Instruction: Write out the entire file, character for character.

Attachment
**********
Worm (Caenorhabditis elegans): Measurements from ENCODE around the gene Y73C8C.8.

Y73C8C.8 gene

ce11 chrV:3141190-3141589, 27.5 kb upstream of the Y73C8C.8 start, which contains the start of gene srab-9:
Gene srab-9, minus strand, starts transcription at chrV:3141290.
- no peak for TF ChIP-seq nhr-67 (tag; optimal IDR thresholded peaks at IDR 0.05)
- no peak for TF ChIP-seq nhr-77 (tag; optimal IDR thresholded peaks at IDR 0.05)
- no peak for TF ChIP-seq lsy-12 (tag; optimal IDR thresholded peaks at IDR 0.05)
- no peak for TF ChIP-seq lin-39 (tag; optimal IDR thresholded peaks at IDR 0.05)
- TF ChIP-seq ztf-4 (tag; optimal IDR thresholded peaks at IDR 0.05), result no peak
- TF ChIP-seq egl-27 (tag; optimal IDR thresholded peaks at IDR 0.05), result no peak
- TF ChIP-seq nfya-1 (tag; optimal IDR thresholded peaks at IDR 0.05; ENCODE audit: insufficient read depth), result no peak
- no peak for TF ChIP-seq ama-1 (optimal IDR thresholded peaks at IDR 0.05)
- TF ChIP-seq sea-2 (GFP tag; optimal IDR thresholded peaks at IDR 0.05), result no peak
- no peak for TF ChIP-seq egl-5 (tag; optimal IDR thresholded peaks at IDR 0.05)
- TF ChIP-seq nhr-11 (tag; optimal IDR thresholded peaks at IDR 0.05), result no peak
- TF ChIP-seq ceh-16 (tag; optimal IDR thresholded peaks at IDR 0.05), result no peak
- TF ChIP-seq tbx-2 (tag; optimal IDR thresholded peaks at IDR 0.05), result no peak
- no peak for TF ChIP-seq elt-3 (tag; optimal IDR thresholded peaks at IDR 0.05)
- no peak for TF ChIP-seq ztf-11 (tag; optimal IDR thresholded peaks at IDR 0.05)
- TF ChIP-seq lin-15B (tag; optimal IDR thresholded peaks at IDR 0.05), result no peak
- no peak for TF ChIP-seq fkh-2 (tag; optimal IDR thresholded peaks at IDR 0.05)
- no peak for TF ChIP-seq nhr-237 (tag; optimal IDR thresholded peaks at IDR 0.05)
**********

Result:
Worm (Caenorhabditis elegans): Measurements from ENCODE around the gene Y73C8C.8.

Y73C8C.8 gene

ce11 chrV:3141190-3141589, 27.5 kb upstream of the Y73C8C.8 start, which contains the start of gene srab-9:
Gene srab-9, minus strand, starts transcription at chrV:3141290.
- no peak for TF ChIP-seq nhr-67 (tag; optimal IDR thresholded peaks at IDR 0.05)
- no peak for TF ChIP-seq nhr-77 (tag; optimal IDR thresholded peaks at IDR 0.05)
- no peak for TF ChIP-seq lsy-12 (tag; optimal IDR thresholded peaks at IDR 0.05)
- no peak for TF ChIP-seq lin-39 (tag; optimal IDR thresholded peaks at IDR 0.05)
- TF ChIP-seq ztf-4 (tag; optimal IDR thresholded peaks at IDR 0.05), result no peak
- TF ChIP-seq egl-27 (tag; optimal IDR thresholded peaks at IDR 0.05), result no peak
- TF ChIP-seq nfya-1 (tag; optimal IDR thresholded peaks at IDR 0.05; ENCODE audit: insufficient read depth), result no peak
- no peak for TF ChIP-seq ama-1 (optimal IDR thresholded peaks at IDR 0.05)
- TF ChIP-seq sea-2 (GFP tag; optimal IDR thresholded peaks at IDR 0.05), result no peak
- no peak for TF ChIP-seq egl-5 (tag; optimal IDR thresholded peaks at IDR 0.05)
- TF ChIP-seq nhr-11 (tag; optimal IDR thresholded peaks at IDR 0.05), result no peak
- TF ChIP-seq ceh-16 (tag; optimal IDR thresholded peaks at IDR 0.05), result no peak
- TF ChIP-seq tbx-2 (tag; optimal IDR thresholded peaks at IDR 0.05), result no peak
- no peak for TF ChIP-seq elt-3 (tag; optimal IDR thresholded peaks at IDR 0.05)
- no peak for TF ChIP-seq ztf-11 (tag; optimal IDR thresholded peaks at IDR 0.05)
- TF ChIP-seq lin-15B (tag; optimal IDR thresholded peaks at IDR 0.05), result no peak
- no peak for TF ChIP-seq fkh-2 (tag; optimal IDR thresholded peaks at IDR 0.05)
- no peak for TF ChIP-seq nhr-237 (tag; optimal IDR thresholded peaks at IDR 0.05)